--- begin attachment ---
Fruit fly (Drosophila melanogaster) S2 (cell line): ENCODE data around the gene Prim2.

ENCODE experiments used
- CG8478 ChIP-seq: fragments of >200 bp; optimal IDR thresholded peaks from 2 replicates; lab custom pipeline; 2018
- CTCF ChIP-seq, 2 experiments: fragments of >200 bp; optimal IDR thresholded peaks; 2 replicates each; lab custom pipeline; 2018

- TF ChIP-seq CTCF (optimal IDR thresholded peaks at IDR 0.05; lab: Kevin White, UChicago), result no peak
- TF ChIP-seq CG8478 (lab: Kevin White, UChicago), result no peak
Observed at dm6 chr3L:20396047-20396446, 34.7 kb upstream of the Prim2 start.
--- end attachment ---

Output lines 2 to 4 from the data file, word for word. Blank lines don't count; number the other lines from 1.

ENCODE experiments used
- CG8478 ChIP-seq: fragments of >200 bp; optimal IDR thresholded peaks from 2 replicates; lab custom pipeline; 2018
- CTCF ChIP-seq, 2 experiments: fragments of >200 bp; optimal IDR thresholded peaks; 2 replicates each; lab custom pipeline; 2018